Monday, January 12, 2004

Dark time in isle history
is brought to chilling life

There is no uglier episode in 20th-century Hawaiian history than the interconnected criminal cases involving Thalia Massie and Joseph Kahahawai in the early 1930s. Kumu Kahua Artistic Director Harry Wong III and a well-synchronized cast bring that ugly episode to life in Kumu Kahua's impressive and well-paced world premiere production of Dennis Carroll's "Massie/Kahahawai." This is imaginative theater on all counts -- script, cast, direction.

"Massie/Kahahawai," presented by Kumu Kahua Theatre, continues at 8 p.m. Thursdays through Saturdays and 4 p.m. Sundays through Feb. 8. Tickets are $16 ($13 on Thursdays). Call 536-4441.

Director Wong's use of abrupt choreographed movements quickly establishes the surging social conflicts and political tensions that convulsed Honolulu during the trials. The audience watches from risers on all sides of the performance area, but Wong deploys "offstage" cast members behind the risers whose muttered comments add another element of confusion. Daniel Gelbman (technical director) and John Wat (slide production) provide an important reference point by projecting typewriter-style graphics on the walls to indicate the date and time of various incidents.

Most of the facts of the sordid story are well known: Thalia Massie, young wife of naval officer Thomas Massie, told police she had been beaten and raped by five "Hawaiians" around midnight of Sept. 12, 1931. Five "local boys" were brought to trial. Much of the physical and circumstantial evidence indicated that they were innocent, but the jury deadlocked and the judge was forced to declare a mistrial. The men were released pending a second trial.

One was kidnapped and beaten by a group of Navy men several days later. Less than a month after that, Lt. Massie, his mother-in-law and two sailors kidnapped another of the five, Joseph Kahahawai. Police found Kahahawai's body in the back of their car later that day. The grand jury reluctantly returned an indictment for second-degree murder, but the verdict was manslaughter with leniency recommended. A 10-year prison sentence was cut to one hour by Gov. Lawrence Judd.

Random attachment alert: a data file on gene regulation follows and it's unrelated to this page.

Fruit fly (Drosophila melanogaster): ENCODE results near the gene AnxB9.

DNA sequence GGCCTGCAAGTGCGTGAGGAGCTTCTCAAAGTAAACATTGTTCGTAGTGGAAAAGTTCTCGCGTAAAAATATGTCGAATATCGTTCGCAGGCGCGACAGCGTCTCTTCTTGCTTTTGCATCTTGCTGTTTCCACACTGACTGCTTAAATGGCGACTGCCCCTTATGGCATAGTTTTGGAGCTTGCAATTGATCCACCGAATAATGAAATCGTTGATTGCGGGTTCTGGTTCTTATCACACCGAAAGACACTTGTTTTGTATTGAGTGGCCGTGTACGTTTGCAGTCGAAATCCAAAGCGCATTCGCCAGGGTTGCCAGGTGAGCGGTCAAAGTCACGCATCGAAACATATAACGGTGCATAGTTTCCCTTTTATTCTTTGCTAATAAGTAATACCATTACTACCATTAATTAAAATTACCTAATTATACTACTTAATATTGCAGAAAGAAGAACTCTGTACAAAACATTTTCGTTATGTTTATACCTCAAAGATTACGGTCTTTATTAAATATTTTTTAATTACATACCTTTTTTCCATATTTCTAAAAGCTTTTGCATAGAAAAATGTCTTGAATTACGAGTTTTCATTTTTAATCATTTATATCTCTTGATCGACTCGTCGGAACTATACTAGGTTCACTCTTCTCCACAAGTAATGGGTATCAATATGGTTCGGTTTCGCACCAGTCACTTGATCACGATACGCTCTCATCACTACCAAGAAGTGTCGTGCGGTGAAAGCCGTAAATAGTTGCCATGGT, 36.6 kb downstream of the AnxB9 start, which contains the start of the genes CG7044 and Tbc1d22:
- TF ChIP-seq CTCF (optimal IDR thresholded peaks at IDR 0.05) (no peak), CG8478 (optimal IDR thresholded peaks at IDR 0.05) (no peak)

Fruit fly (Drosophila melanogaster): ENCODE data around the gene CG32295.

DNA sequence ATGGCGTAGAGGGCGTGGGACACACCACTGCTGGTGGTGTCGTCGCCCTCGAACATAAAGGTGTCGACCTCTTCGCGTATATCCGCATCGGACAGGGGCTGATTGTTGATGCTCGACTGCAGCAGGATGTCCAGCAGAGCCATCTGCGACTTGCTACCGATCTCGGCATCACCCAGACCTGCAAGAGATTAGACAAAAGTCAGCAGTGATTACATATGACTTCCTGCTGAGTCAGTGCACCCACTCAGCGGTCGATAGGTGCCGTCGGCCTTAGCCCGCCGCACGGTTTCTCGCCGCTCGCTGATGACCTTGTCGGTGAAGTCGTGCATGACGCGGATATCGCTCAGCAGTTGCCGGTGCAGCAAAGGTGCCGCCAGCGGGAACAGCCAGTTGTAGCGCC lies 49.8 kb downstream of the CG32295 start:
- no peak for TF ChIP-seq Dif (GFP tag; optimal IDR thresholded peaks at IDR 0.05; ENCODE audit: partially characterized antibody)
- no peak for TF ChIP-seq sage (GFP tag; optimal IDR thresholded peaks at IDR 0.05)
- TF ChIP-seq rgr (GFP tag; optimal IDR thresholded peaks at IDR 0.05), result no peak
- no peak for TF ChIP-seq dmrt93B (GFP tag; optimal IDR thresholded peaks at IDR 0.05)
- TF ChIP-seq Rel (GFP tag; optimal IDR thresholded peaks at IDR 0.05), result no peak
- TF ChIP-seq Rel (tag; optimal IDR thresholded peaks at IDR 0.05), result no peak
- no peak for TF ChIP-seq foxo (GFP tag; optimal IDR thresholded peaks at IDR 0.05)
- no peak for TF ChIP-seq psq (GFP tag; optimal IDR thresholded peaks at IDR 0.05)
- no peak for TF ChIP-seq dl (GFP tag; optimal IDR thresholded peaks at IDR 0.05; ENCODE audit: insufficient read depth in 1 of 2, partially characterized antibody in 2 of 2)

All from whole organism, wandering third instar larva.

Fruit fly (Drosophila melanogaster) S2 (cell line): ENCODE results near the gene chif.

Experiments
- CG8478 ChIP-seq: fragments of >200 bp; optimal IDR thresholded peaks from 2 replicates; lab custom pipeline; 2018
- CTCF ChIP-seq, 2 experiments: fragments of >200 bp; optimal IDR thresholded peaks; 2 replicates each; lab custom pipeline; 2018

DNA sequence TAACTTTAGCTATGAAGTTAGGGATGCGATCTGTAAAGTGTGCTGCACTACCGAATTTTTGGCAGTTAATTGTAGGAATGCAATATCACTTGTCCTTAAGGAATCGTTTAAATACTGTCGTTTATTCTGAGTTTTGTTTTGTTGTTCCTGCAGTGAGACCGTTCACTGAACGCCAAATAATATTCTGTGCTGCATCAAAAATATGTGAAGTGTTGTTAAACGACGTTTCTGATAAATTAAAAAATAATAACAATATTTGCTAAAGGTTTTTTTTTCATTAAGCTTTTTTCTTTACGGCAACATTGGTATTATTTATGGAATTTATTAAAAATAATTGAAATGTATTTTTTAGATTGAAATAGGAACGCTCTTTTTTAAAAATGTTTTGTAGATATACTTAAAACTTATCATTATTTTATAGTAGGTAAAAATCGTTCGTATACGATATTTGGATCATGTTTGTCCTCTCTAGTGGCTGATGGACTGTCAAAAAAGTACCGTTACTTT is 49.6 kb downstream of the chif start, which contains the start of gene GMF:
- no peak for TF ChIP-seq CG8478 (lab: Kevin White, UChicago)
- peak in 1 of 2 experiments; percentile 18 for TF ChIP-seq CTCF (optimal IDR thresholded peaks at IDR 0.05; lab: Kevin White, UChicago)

Thalia Massie left Hawaii shortly afterward, and charges against the four surviving rape defendants were dropped.

Because this occurred during the period in which "kamaaina haoles" held political and economic power in the islands, it would be easy for a contemporary playwright to tell the story as a strident exercise in "haole"-bashing. Playwright Carroll wisely sidesteps that simplistic approach by creating the script entirely from courtroom testimony, newspaper articles, memoirs and other published sources. Some chilling souls are on display here -- and the ugliest are indeed Caucasian -- but Carroll allows the villains to speak for themselves. None of the dialogue is invented, and no speculative theories are made.

Siobhan Edmondson (Thalia Massie) quickly becomes the focal point of the dark and ugly story. She spends much of Act 1 screaming and staggering erratically across the stage in ways that suggest a battered rape victim fleeing her attackers, but which could just as easily represent an attempt to escape older emotional or physical traumas. Elsewhere in the story, Edmondson is carried by members of the ensemble or her limbs are manipulated by another actor, to suggest a woman who has become the pawn of those around her.

Someone whose identity remains unknown more than 70 years later beat Thalia Massie on the night in question. Edmondson gives a convincing portrayal of a young and possibly mentally unstable woman whose actions swept her into a emotional maelstrom over which she had no control.

Sylvia Hormann-Alper (Grace Bell Fortescue) gives the show's most chilling performance, describing the methodical, almost gleeful stalking of Joseph Kahahawai, the attempt to dump his body in the ocean and her own bewilderment at being charged with a crime.

Martin Monahan (Adm. Yates Sterling) could easily have camped up Sterling as a stereotypical Southern white bigot. Yes, Sterling was a white supremacist, but Monahan's restrained performance allows the audience to recognize his racism in real time, rather than encountering him as a playwright's designated villain.

Craig Howe (Clarence Darrow) adds a surprisingly sympathetic portrayal of the famed attorney who defended the killers with a variation of the ever-popular "temporary insanity" theory. Darrow apparently actually came into the case believing that he was defending four people who wouldn't otherwise get a fair trial in Hawaii.

Hank Chapin (Gov. Judd) is particularly effective in putting forth Judd's after-the-fact argument that he commuted the killers' sentences only in order spare Hawaii from a crippling economic boycott, martial law and the possible imposition of dictatorial commission rule.

Max Smart (Lt. Massie) plays Thalia's husband as a shifty-eyed nonentity. Michael Proffitt (Jones) and Aito Steele (Lord) step out of the ensemble for solid performances as his two dog-loyal sailor-accomplices.

Vince Keala Lucero (Kahahawai) plays the murdered man with quiet dignity. It is chilling to hear Kahahawai "speak" after knowing of him for so many years only as a murder victim. M.J. Gonzalvo (Benny Ahakuelo), Stu Hirayama (Henry Chang), Eric Mita (David Takai) and Ryan Sueoka (Horace Ida) step out of the ensemble to portray Kahahawai's more fortunate companions.

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